Conservative bishops set out theological vision for Church of England

By Christian Today |
Drew Coffman | Unsplash
A group of conservative bishops has issued a new "theological vision" for the Church of England's process of discernment around issues of marriage, relationships, gender and identity.

The Living in Love and Faith (LLF) process of dialogue and discernment has become increasingly strained since the House of Bishops brought forward plans to introduce prayers of blessing for same-sex couples.

The Prayers of Love and Faith were backed by General Synod a year ago and are currently being trialled as part of existing services but there are plans to bring in standalone services. General Synod will again discuss Living in Love and Faith when it meets later this month. 

'A Theological Vision' has been drawn up by seven bishops in the House of Bishops who have publicly dissented from the Prayers of Love and Faith.

They are Jill Duff, Bishop of Lancaster, Jonathan Gibbs, Bishop of Rochester, Ric Thorpe, Bishop of Islington, Martin Warner, Bishop of Chichester, Andrew Watson, Bishop of Guildford, Pete Wilcox, Bishop of Sheffield, Paul Williams, Bishop of Southwell and Nottingham.

The statement, they said, has been sponsored "on behalf of a wider grouping within the House and College". 

Published on Premier Christian News, 'A Theological Vision' calls the Church of England to "witness boldly to the gospel of Jesus Christ, identifying and rejecting the idols and harmful ideologies of any age".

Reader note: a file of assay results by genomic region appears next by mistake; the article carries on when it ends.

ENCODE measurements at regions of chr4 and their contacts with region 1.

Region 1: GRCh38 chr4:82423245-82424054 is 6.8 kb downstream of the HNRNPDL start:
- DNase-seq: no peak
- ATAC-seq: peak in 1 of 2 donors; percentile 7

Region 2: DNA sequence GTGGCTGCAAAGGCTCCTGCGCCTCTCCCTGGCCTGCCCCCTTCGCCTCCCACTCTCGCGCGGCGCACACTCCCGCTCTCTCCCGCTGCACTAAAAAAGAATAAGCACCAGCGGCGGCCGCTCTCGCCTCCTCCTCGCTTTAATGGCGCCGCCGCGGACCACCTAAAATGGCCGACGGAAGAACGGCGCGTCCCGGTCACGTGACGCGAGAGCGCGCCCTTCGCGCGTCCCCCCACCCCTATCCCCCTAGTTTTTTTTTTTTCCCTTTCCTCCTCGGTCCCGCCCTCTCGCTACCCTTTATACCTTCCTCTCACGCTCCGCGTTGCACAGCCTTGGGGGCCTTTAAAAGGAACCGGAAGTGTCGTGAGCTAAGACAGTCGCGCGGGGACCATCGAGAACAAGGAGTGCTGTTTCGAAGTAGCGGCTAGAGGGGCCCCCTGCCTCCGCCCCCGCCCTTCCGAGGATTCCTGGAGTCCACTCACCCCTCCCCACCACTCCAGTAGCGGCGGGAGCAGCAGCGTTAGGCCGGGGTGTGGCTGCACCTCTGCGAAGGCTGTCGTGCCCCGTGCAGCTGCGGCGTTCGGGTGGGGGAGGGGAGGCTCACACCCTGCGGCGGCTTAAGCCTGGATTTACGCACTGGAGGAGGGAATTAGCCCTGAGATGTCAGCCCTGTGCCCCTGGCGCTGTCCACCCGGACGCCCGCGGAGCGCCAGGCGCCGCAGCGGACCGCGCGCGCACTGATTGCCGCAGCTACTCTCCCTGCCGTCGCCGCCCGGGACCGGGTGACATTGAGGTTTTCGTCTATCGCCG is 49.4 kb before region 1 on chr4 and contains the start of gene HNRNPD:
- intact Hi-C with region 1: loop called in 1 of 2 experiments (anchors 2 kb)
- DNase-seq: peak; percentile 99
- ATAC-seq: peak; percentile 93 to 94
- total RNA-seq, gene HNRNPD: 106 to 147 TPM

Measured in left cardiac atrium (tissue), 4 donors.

It opens with the expression of "a wholehearted commitment to the Nicene Creed" and says that "the Holy Scriptures contain all things necessary for salvation and reveal God's will for human life and behaviour".

"As the Articles say, what is not found in Scripture cannot be imposed on the Church, and the Church lacks authority to ordain anything contrary to God's word written. We seek to interpret the Scriptures guided by the Church Catholic across time and space," it reads. 

The vision statement reiterates the historic Christian definition of gender as male and female, and marriage as exclusively for heterosexual couples, adding that it is "more than a contingent social arrangement".

"As the joyful, lifelong union of male and female, the two forms of created humanity, marriage is a dynamic sign of the saving union between Christ and the Church through the Spirit, from which our salvation springs," it says.

"It thus represents the coming together of difference and is the proper place for sexual intimacy, out of which union the miracle of new life may be born." 

Of singleness, the bishops say that it is "more than sexual self-denial" and "a positive declaration of the ultimate sufficiency of our eternal union with God in Christ, focussed, like Jesus, on leaving spiritual descendants".

The vision statement invites people to live in holiness and shun "self-fulfilment or self-expression". It warns of the impact on the whole Anglican Communion of any change to the Church's historic position, and ends by stating that the answer to questions around inclusivity and identity can be found in relationship to Christ. 

Tensions have surrounded LLF again in recent weeks with the resignation of the Bishop of Newcastle, Helen-Ann Hartley, as one of its co-lead bishops. The other co-lead, Bishop Martyn Snow, has decided to remain in post.

Bishop Hartley stepped down over the appointment of conservative vicar, Dr Tom Woolford, as interim theology adviser to the House of Bishops. To ameliorate the situation, the Rev Canon Dr Jessica Martin was appointed to work alongside Dr Woolford.

Originally published by Christian Today